WASHINGTON—The next potential Canada-U.S. trade dispute was unfolding in a Washington courtroom May 18 as aerospace actors clashed over details that could hold implications for the global trade in mid-sized airplanes.
The U.S. aeronautics powerhouse Boeing was at a hearing arguing for duties on Bombardier aircraft, insisting its smaller Canadian rival receives government subsidies that give it an illicit toehold in the international market.
Lobbyists, lawyers, and aerospace executives crowded the courtroom for a little battle playing out in the broader context of the day’s larger trade news: the U.S. announcement that NAFTA renegotiations will start in the next 90 days.
Bombardier has made it clear that its true goal is to grab half the international market share for 100-to-150-seat aircraft, according to Boeing, which argues its rival has received an unfair head start from Canadian taxpayers.
Boeing vice-president Raymond Conner said the sale of cheap, subsidized planes to Delta helped build momentum for Bombardier to enter a new market. If Bombardier reaches its stated goal, he said, it would squeeze Boeing from that market and cost the company US$330 million a year in annual sales.
“Today we are at a critical moment,” Conner told the seven-member U.S. International Trade Commission. “If you don’t fix it now, it will be too late to do anything about it later… What we want is competition that is fair…
“You guys can fix this before it is too late.”
Boeing has petitioned the U.S. Commerce Department and the U.S. International Trade Commission to investigate subsidies of Bombardier’s CSeries aircraft. Boeing lawyers argued Thursday that Bombardier’s own words prove it was rescued financially by multibillion-dollar assistance from the Quebec government.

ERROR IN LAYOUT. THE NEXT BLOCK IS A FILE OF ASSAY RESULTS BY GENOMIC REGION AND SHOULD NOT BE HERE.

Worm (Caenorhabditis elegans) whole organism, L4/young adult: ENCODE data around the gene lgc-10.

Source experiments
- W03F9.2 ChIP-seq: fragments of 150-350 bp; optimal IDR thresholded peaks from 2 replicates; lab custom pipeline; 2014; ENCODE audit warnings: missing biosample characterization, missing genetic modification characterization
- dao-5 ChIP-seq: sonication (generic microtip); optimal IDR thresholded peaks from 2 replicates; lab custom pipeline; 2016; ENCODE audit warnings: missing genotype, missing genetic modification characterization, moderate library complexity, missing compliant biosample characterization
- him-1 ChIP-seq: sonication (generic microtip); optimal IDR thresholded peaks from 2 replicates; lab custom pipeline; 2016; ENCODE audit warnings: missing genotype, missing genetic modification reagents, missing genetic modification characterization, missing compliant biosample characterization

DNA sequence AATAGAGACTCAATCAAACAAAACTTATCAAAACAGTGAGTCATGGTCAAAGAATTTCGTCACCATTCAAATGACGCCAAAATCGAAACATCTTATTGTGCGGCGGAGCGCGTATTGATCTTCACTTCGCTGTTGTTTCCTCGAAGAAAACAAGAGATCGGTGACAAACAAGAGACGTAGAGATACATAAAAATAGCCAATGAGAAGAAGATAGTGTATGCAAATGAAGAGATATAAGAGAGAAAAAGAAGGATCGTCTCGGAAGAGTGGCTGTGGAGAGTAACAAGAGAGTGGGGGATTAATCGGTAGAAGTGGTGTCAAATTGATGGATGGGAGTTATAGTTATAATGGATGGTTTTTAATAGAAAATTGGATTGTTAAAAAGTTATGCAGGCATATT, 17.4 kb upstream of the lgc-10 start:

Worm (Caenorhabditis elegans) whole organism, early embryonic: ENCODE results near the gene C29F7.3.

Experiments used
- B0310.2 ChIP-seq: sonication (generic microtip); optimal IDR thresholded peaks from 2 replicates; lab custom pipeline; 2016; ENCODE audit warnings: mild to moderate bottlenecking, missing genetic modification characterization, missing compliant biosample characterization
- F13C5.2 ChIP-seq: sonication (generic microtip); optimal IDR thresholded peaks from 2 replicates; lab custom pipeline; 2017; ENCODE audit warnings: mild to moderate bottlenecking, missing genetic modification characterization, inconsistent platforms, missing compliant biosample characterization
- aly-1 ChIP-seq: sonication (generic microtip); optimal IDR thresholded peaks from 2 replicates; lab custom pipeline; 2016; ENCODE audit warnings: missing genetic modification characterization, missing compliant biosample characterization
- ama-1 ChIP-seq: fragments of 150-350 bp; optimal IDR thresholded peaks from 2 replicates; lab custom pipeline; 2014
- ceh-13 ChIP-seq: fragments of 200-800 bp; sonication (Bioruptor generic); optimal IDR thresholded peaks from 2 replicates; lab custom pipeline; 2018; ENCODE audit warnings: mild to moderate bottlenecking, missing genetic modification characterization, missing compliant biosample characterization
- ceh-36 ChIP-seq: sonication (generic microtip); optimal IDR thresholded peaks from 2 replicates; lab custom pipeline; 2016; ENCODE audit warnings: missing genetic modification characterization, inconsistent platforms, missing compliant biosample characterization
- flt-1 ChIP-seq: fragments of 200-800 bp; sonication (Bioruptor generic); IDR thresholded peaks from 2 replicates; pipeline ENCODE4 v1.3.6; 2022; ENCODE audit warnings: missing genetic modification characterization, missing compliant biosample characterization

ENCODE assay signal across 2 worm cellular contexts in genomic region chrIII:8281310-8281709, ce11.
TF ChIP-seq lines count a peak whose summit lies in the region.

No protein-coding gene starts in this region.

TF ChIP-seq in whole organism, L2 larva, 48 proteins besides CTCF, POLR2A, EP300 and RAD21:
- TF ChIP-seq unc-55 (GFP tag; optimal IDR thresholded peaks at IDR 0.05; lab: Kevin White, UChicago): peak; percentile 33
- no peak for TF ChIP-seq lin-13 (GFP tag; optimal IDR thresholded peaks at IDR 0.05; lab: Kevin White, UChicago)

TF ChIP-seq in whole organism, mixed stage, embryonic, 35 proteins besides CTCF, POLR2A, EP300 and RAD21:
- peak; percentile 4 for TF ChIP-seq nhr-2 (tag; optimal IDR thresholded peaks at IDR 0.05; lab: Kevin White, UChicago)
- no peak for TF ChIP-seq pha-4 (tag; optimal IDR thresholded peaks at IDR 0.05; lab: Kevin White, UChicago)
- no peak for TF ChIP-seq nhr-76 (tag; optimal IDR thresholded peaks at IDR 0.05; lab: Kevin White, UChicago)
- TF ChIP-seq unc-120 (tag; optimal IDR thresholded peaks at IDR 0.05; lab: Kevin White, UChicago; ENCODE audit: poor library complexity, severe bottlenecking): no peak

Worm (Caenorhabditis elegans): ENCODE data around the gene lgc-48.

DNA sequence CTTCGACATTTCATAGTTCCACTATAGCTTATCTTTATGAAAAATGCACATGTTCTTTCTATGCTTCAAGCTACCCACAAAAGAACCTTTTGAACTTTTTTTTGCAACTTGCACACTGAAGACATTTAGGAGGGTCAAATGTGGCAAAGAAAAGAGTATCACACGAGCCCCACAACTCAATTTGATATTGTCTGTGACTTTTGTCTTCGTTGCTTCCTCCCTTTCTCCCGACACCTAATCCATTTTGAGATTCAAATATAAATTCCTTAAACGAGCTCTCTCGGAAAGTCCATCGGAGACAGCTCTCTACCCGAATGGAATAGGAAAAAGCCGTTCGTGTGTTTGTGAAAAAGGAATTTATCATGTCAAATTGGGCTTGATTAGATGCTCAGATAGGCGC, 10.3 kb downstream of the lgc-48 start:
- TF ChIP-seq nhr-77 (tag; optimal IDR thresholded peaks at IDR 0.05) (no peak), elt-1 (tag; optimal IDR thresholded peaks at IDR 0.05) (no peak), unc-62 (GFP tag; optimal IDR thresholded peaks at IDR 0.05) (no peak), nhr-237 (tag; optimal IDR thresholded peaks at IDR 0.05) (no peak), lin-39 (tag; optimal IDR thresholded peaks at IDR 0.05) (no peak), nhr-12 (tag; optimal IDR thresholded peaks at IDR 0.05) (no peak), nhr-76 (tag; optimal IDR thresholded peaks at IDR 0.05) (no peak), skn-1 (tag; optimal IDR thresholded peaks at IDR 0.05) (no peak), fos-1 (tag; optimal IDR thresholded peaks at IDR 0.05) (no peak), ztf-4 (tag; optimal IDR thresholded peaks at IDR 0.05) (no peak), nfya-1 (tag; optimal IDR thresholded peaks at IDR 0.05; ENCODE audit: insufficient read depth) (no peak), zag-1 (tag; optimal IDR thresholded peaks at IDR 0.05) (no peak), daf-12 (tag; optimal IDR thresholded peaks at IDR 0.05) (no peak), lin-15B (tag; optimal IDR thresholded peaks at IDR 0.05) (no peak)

The process is similar to the one that has led to duties on Canadian softwood lumber. These are among the looming trade disputes with the U.S., as NAFTA talks could raise the heat on differences over dairy, dispute resolution, auto parts and other issues.
Bombardier representatives countered that their planes never competed with Boeing in a sale to Delta airlines—which the American rival describes as a seminal moment.
Bombardier lawyer Peter Lichtenbaum said the plaintiff is a global powerhouse that hasn’t lost any sales as a result of Bombardier, has an enviable order backlog and doesn’t even compete with Bombardier in the sales campaigns it has complained about.
“Boeing’s petition in this case is unprecedented in its overreach,” he said. “If this is a case of David vs. Goliath, Boeing has cast itself in the wrong role.”
Boeing’s annual sales were US$94.6 billion last year. That means the $330 million Conner expressed concern about amounts to one-third of one per cent of its annual sales. Bombardier revenues last year were $16.3 billion.